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The volume of archives available today is so much greater than what it used to be. I should know better than anyone since I’ve been working for more than 45 years on colonial history, with a special focus on Algeria. Of course, there are still some ongoing battles to expand the archives further, but great strides have been made.

Secondly, and this is very important, there’s the fact that the colonial past has become decisive, if not central to our understanding of the history of the French nation, whereas it had long been viewed as peripheral. This past, we’ve realised, is one that France was instrumental in fuelling.

Does the report also serve to tell the story of those who lived through this period?

Today in France we have young people who are second-, third- or fourth-generation immigrants and they want to discover their history and get a glimpse of the past. They want to know what their fathers, grandfathers, etc., went through and find out how they ended up here, why they have one identity or another and where they stand in relation to the rest of French society.

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This desire to understand and to be a citizen is something new. What’s more, Algerians who lived through the colonial period are dying out. That Algeria will soon be no more. Algerians who are 70, 80 or 90 years old want to pass on, explain, talk out and rationalise their past. They’re no longer satisfied with the conventional, convenient narratives that up until recently gave them permission to be silent and to think that, by being this way, it would protect the younger generations.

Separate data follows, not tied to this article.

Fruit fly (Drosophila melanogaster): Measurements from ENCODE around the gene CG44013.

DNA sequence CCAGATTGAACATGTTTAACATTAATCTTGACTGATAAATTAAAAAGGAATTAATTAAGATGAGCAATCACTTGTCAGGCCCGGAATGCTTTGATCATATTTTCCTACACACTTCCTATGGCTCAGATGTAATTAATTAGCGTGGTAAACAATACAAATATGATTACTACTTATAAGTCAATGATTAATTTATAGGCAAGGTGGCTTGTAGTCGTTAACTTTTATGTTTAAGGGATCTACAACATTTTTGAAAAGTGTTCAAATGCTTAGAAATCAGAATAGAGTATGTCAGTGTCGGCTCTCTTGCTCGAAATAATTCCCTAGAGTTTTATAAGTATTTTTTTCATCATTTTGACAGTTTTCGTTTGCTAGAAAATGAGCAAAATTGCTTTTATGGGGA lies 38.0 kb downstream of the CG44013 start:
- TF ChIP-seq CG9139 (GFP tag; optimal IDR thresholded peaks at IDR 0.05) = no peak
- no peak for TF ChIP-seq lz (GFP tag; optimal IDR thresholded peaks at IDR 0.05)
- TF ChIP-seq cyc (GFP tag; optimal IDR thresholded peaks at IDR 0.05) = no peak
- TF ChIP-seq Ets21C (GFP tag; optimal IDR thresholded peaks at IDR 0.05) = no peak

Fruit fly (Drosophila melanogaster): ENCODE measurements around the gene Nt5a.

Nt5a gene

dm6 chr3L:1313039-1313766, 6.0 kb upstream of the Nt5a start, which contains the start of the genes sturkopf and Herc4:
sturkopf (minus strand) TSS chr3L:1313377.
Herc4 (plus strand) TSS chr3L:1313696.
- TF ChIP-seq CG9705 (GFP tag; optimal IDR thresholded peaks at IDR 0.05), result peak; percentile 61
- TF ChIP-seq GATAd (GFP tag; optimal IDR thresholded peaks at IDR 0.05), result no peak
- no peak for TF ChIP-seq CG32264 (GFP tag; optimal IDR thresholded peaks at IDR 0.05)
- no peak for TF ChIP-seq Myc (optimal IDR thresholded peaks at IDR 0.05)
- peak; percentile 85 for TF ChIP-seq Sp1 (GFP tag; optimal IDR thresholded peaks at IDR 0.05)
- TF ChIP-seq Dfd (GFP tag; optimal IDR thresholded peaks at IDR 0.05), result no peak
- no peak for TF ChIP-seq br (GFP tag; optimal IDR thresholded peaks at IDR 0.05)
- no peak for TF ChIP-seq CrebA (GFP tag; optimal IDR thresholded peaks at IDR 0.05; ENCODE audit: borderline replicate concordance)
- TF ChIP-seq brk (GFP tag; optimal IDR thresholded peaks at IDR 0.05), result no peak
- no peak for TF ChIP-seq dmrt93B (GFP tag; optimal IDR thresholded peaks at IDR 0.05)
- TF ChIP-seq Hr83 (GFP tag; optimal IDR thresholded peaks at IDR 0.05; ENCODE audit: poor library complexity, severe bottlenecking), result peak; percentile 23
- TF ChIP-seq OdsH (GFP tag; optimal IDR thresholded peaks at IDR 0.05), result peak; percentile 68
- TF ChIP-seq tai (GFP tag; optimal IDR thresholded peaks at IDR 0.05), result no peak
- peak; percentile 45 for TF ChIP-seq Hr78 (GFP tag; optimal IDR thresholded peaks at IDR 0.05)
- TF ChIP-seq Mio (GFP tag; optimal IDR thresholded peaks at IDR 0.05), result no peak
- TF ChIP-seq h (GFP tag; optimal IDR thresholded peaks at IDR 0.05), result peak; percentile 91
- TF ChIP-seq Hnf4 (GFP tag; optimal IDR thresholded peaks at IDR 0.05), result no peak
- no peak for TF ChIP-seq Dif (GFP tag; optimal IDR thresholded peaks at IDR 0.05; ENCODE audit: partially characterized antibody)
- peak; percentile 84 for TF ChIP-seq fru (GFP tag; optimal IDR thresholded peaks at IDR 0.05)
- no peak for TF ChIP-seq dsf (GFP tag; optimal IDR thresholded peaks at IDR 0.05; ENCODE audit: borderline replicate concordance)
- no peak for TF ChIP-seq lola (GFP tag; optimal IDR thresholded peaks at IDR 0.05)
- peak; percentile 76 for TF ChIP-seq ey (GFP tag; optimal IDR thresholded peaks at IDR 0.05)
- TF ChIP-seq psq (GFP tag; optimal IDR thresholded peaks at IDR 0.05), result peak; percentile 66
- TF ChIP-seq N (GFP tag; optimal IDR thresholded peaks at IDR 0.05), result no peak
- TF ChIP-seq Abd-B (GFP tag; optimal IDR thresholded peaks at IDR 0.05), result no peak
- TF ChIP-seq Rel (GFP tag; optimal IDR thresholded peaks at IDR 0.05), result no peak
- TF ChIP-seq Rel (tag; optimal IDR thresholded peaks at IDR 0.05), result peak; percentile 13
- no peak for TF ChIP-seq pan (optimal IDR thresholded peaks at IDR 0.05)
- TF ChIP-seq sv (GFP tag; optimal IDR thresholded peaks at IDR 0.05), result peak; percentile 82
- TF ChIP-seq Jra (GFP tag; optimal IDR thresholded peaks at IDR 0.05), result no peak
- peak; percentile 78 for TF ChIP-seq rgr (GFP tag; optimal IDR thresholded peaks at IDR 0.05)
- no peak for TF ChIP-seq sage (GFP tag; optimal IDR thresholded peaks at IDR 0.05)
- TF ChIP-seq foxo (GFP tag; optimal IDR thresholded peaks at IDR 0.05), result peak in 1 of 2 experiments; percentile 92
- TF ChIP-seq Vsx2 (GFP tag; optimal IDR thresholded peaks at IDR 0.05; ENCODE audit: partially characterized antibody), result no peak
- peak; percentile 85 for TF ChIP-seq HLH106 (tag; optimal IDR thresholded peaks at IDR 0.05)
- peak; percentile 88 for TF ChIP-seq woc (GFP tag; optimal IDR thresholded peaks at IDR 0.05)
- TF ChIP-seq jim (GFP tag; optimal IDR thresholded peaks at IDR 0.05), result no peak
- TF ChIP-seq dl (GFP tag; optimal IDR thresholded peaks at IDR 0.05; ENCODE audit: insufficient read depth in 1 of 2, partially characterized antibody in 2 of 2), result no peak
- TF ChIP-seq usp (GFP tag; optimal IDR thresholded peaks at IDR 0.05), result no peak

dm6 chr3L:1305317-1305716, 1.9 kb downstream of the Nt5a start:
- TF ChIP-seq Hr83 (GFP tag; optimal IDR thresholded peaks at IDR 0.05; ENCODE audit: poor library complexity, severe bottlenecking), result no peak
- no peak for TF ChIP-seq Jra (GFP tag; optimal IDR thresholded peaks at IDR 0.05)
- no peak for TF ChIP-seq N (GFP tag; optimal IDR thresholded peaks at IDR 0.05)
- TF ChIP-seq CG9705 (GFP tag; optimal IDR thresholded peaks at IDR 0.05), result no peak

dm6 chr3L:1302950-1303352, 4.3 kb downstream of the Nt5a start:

Another reason behind this shift is that the world has changed. The flow of ideas, information, knowledge, archives, accounts and even people have been taken to a new level over the past 20 odd years. So it should come as no surprise that colonial history now occupies a prominent place in French political, intellectual and journalistic circles

How has France’s relationship to the war and colonisation changed from one French president to the next?

Macron represents the third generation of French politicians who have dealt with or who continue to deal with the fallout from the Algerian War.

The first generation was that of General Charles de Gaulle and François Mitterrand, as well as others who held office during the Algerian War, like Guy Mollet, or those who saw the events of the war unfold, such as Jacques Chirac, Michel Rocard and Joxe. Their view of this history was inevitably coloured by a sense of regret for the lost empire, even though they all tried to maintain diplomatic and economic ties with the newly independent nation.